Who’s this fellow, in his fur coat and all?
Oh, just a model – the picture appeared in H.B. Co. advertising in 1906. Rufus paid $52 for that coat at the trading post in Qu’Appelle. It was no luxury, just a working guy’s coat. 1906-7 was the coldest Saskatchewan winter in decades. He and Marshall, his employer, had to drive a buggy or sleigh to get into town. It had been -30 Celsius for three weeks and only a fur coat could keep out the wind.
I guess that was his coldest Christmas.
For sure, though a couple of years later – when Rufus was shoveling coal for a living in Lethbridge – he heard that a family that hadn’t picked up their coal before it ran out had frozen to death!
That’s a terrible story! What about happier Christmases?
Here’s St Stephen’s, Bee’s and Rufus’s first house – in the woods outside Duncan on Vancouver Island. 1912 was their first Christmas and Bee roasted a duck for their dinner. She’d never cooked a bird before and they were opening the oven door to look at it every five minutes – even the cat and the dog had a look. When all was ready, they couldn’t find their carver – so Rufus carved the duck with his razor!
That’s Bee, walking off the duck, perhaps.
Maybe. Rufus had another memorable Christmas in 1916, his first one at the front. He was summoned to spend it with his uncle Harry, at the time Major General Sir Henry Timson Lukin, GOC 9th Division (British). After a night in a soft bed in the headquarters’ chateau, before eating their own Christmas dinner, Rufus had to accompany his host on a tour of his division – in the trenches on foot – to make sure the men had had their Christmas pudding. And during this tour the Germans sent over their contribution to a Merry Christmas, in the form of an afternoon barrage. As Rufus described it, “a Hun shell burst not far away and between him and me a chunk of iron 6 inches long landed. It was so hot I could not pick it up at first.”
What about the Christmas when Rufus and Bee became engaged?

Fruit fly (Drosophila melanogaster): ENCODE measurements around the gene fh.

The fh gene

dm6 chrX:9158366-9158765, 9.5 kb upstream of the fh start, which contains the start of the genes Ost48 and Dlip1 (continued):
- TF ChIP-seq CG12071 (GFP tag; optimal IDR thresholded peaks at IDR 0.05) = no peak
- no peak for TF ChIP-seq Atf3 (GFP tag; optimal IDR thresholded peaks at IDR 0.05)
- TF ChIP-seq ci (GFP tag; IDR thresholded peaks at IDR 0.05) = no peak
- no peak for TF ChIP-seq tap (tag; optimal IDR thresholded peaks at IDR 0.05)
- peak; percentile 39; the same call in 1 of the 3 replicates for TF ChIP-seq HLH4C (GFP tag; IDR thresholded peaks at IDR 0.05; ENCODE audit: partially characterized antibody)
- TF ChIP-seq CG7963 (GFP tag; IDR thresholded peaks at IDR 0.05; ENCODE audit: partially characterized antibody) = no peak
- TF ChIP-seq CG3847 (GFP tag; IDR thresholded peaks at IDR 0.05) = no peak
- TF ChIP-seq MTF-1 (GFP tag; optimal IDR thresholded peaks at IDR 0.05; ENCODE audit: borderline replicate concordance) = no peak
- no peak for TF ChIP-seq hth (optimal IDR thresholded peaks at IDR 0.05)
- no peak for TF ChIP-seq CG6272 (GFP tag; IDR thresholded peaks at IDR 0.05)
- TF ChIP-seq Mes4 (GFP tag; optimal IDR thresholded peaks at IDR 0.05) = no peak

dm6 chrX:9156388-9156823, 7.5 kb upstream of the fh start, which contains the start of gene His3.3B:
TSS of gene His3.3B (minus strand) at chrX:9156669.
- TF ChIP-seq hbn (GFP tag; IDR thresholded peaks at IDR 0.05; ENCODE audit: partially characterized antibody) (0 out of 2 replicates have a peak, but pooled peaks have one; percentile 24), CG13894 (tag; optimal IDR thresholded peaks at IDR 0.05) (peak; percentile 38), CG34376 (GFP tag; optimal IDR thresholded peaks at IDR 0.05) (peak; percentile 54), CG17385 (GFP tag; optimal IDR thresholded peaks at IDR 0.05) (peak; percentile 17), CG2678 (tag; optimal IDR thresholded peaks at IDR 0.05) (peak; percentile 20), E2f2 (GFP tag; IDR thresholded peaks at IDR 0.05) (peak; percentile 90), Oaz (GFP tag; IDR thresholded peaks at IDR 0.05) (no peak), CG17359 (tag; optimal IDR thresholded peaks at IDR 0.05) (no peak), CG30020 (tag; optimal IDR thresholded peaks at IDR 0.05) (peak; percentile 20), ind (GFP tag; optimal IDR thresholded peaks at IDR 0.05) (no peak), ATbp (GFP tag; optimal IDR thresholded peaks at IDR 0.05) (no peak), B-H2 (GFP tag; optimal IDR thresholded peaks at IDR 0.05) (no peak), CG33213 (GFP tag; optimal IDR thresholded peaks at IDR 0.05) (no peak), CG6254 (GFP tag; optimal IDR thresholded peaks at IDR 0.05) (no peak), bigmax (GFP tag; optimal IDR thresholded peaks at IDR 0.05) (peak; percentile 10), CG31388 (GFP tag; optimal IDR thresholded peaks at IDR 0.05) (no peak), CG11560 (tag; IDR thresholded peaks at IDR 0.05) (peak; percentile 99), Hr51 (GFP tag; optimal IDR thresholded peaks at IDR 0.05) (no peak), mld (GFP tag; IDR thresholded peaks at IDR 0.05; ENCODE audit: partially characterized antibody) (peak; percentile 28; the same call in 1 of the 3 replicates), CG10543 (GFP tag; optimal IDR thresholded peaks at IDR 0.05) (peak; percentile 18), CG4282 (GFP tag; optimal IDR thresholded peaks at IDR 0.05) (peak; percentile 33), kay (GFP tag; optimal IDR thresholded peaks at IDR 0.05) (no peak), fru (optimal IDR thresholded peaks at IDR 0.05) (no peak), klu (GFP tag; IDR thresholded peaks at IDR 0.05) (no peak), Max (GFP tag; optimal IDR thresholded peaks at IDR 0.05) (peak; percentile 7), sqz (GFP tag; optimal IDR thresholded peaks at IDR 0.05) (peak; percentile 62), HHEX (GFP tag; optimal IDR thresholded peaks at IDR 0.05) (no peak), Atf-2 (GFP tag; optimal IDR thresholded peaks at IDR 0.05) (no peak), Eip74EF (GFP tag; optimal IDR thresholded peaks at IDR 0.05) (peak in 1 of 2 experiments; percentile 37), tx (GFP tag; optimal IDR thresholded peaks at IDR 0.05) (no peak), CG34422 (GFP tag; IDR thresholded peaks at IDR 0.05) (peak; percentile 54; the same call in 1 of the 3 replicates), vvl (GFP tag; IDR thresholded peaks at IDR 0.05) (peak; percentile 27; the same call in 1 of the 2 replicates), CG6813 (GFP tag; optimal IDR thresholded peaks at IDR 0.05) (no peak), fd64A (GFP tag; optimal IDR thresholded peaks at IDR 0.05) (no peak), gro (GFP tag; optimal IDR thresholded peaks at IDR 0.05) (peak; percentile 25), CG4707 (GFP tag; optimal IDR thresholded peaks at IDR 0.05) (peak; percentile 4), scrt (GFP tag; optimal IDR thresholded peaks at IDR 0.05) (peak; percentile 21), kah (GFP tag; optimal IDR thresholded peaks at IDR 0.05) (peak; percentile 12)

My goodness, I was forgetting that. It was Christmas 1908. Rufus, having made enough money working for Beaver Lumber at Govan, Saskatchewan, came back to England to get engaged to Bee. He came to Canterbury, where Bee was spending Christmas with her family, and stayed at the Rose Hotel.
In a much later letter to Bee, he reminisced. “I shut my eyes and
saw the old upstairs room at the Rose Hotel on a wintry morning when you
came up there and Mrs Eddy played and I sang “Thora”. And that made me
think of all those days about Christmas 1908. Do you remember walking past
Bunce’s with your old headpiece in the air — on Christmas Eve — and I was
standing in the door of the Rose. Then I dashed in and got my cap and caught
you up on King’s Bridge — and then we had a scene and I gave you your orders
to marry me.”
What does he mean by “I gave you your orders to marry me?” Didn’t he propose?
Well, yes he did later, in a sort of a way. You see, Bee was playing hard to get. Rufus had been away for three years and her life had been hard. She was making him sweat a bit – and quite right too. The ‘scene’ that he talks about was when she told him to take a jump!
So Rufus had to convince her after that.
He did. They spent a lot of time together – “those days about Christmas 1908” that Rufus mentioned. Then one evening they were at a dance and, as they were dancing, Rufus said, rather matter-of-factly : “I think we should get married.” And Bee answered: “Oh, all right.”
And that was it? They were engaged?
That’s right. Both of them had a hard time talking about their feelings. We don’t even know if he gave her a kiss! But it did make for a memorable Christmas – probably the best ever, for both of them.